Building Histories of the National Mall
I am really pleased that the @mallhistory team published Building Histories of the National Mall: A Guide to Creating a Digital Public History Project (http://mallhistory.org/Guide) this week. It is a comprehensive guide that details each phase of creating website, Histories of the National Mall. This is also the final deliverable for a project that was five years in the making.
One nice feature is that the voices of project team members are heard in specific sections they authored, that also demonstrate the range and breadth of the collaboration and cooperation that produced mallhistory.org.
For organizations in the early planning stages of a project, this guide offers an open source and replicable example for history and cultural heritage professionals wanting a cost-effective solution for developing and delivering mobile content. The guide offers lessons learned and challenges we faced throughout the project’s development, and we discuss how we measured success for this specific project.
This guide goes beyond a traditional case study and is divided into seven main sections, including the project’s rationale; content development and interpretative approach; user experience and design; outreach and publicity–including the social media strategy. This publication shares the project team’s decision to build for the mobile web and not a single-use, platform-specific native app. The guide also offers lessons learned and challenges faced throughout the project’s development, as well as how the team measured success for this digital public history project.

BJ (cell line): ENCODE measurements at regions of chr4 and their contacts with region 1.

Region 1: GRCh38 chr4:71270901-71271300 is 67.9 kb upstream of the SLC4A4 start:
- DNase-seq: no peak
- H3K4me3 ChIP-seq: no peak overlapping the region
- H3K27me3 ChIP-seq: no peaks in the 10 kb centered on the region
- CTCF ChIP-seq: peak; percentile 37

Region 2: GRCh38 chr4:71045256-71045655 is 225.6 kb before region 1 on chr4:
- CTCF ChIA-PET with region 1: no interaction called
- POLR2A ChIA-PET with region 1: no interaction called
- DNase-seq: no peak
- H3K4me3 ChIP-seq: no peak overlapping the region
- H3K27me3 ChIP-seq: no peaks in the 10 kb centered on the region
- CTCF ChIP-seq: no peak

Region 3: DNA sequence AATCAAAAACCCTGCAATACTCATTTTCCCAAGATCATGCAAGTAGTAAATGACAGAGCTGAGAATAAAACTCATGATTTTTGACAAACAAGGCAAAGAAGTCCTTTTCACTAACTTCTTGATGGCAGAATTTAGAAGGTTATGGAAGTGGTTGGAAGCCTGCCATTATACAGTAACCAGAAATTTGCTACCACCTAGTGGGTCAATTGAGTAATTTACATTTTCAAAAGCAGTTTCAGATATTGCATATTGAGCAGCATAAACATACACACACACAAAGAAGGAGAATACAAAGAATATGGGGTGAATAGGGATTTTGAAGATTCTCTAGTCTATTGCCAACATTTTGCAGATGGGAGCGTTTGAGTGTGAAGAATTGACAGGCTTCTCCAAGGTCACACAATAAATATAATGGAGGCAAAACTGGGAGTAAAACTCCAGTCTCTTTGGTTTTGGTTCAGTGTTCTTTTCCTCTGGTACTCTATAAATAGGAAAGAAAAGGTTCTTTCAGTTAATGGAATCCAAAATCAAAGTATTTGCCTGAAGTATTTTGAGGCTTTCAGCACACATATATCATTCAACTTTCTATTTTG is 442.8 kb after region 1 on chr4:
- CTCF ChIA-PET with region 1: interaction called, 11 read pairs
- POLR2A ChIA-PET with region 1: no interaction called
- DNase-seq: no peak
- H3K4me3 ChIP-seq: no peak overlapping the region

One aspect that most readers might not realize is that Histories of the National Mall grew out of R&D conducted by my colleague Sharon Leon and I in 2009, funded by the Samuel H. Kress Foundation, Mobile for Museums. I have remained connected to mobile-driven content within the cultural heritage sector and for place-based public history projects.
Building Histories of the National Mall belongs to the long tradition of knowledge sharing at RRCHNM that encourages history and humanities professionals to be active designers and builders of their own digital projects, and for making processes as transparent as possible.